Comenius echoes Charlotte Mason’s understanding of the relationship of reason, will, and habit.
Fortitude should be learned by the subduing of self; that is to say, by repressing the desire to play at the wrong time or beyond the proper time, and by bridling impatience, discontent, and anger.
The principle which underlies this is that we should accustom boys to do everything by reason, and nothing under the guidance of impulse. For man is a rational animal, and should therefore be led by reason, and, before action, ought to deliberate how each operation should be performed, so that he may really be master of his own actions.
Now, since boys are not quite capable of such a deliberate and rational mode of procedure, it will be a great advance towards teaching them fortitude and self-control if they be forced to acquire the habit of performing the will of another in preference to their own, that is to say, to obey their superiors promptly in everything. (The Great Didactic, p. 364-65, emphasis mine)
(I myself prefer Charlotte Mason’s more cautious approach to reason than Comenius’s. Both recognize the natural power of rationality which belongs to man, but Comenius places more reliance in it than Mason did. I think this difference is easily understood by recognizing that Comenius is a pre-Enlightenment philosopher, and Mason is post-Enlightment. She knew where placing too much faith in human reason could lead.)
An important role of education, for Mason and Comenius, was instructing the conscience to know well what was right, and what was wrong, so that there would be clear understanding when it was time to bring the will into play and choose: do this, or do that.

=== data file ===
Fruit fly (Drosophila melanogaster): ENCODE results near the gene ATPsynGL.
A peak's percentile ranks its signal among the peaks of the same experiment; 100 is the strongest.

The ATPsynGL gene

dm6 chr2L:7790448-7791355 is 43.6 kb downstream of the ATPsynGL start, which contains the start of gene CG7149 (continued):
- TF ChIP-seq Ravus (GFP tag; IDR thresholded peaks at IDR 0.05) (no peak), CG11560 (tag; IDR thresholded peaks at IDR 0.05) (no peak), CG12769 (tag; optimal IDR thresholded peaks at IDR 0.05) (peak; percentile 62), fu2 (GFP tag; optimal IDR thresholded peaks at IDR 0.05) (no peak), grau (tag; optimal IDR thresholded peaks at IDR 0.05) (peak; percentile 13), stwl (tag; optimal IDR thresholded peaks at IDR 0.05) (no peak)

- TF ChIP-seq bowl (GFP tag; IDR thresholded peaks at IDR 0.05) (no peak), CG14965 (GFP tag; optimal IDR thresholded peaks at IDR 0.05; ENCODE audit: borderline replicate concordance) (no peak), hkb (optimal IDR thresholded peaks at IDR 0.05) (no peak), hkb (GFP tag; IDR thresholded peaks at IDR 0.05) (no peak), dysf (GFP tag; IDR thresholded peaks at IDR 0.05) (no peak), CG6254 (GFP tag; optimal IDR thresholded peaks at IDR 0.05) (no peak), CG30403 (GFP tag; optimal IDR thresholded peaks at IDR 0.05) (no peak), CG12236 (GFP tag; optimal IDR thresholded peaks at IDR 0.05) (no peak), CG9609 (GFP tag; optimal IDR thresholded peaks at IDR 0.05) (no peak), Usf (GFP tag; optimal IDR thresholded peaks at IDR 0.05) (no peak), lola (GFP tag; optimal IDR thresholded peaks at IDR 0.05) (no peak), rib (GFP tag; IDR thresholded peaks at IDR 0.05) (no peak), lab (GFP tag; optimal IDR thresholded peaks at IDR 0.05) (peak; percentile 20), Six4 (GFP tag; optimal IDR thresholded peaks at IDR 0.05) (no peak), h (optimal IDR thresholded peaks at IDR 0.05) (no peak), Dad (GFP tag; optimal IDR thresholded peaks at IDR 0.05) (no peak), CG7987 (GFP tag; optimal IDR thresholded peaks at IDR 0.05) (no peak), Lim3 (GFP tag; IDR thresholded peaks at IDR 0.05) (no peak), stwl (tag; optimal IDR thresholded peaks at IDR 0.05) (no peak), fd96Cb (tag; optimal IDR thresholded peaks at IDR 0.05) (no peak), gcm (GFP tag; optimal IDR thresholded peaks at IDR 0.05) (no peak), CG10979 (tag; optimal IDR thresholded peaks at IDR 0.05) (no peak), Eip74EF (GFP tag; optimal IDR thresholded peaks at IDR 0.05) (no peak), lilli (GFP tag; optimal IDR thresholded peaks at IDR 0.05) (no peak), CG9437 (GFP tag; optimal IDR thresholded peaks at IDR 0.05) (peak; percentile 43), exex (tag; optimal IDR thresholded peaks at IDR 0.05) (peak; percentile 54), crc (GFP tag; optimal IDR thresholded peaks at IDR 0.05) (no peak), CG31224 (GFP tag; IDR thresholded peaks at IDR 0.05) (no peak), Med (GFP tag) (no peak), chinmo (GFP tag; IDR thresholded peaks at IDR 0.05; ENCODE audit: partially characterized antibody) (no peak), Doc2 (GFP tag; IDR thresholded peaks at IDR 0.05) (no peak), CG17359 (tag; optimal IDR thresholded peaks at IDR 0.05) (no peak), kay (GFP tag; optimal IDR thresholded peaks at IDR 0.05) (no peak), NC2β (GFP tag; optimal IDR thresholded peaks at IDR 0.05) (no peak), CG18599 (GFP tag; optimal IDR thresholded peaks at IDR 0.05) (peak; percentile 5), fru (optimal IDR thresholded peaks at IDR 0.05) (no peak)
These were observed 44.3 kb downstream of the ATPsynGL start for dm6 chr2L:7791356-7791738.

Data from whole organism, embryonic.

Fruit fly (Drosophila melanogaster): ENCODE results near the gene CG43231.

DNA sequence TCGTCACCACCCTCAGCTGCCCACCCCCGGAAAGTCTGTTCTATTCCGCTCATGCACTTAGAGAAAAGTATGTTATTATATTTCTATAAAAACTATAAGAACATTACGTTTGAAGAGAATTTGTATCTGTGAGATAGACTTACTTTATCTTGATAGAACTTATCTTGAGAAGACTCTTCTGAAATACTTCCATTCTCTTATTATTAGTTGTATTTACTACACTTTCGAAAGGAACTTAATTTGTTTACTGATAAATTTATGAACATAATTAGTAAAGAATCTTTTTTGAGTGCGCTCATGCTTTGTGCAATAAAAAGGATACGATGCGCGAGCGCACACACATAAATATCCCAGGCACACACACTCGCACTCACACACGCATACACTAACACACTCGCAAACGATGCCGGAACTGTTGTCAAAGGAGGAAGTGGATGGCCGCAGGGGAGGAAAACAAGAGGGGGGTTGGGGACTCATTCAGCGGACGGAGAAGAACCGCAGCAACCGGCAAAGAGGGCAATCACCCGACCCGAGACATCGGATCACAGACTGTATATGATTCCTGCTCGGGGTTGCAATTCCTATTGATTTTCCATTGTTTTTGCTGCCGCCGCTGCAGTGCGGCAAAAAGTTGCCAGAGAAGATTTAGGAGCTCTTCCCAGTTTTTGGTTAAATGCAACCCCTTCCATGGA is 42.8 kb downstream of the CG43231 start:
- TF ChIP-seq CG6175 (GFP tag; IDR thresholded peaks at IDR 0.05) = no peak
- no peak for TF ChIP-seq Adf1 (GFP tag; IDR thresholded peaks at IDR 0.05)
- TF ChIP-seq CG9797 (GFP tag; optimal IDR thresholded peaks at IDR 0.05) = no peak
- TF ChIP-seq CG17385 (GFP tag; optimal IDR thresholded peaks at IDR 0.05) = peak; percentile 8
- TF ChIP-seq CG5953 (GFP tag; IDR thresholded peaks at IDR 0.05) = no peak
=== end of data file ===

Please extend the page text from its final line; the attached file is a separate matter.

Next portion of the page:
It is interesting to see that both of them link this function of will to virtue, and understand that virtue is a matter of action–doing (hopefully, what is right), not just knowing right.
Another thought that may occur is, that ‘Will’ is synonymous with an ideal.…Self-culture is accepted as the pursuit of an ideal; but when we realise that it is an ideal accomplished in self, and with no aim beyond self, we perceive that [a man pursuing self-culture] is not a man of will, because the first condition of will, good or evil, is an object outside of self.…If it be not goodness, the will is virtue, in the etymological sense of that word; it is manliness.
…Thus far we have seen, that, just as to reign is the distinctive quality of a king, so is to will the quality of a man. A king is not a king unless he reign; and a man is less than a man unless he will. (Ourselves, p. 138-140)
The young should learn to practise justice by hurting no man, by giving each his due, by avoiding falsehood and deceit, and by being obliging and agreeable.…Virtue is practised by deeds and not by words. (The Great Didactic, p. 356)
The pursuit of virtue–by which we mean doing and acting rightly–is integral to the classical ideal of education, but Christian educators like Comenius and Mason have really tapped into one of the keys to achieving this much-desired end. We have been given the use of a will which enables us to choose according to higher purposes than our own natural appetites and desires. When we choose to serve God or to serve others, we are behaving like men–image-bearers of God’s own nature–for to man only, among all creatures, did God give the use of will and reason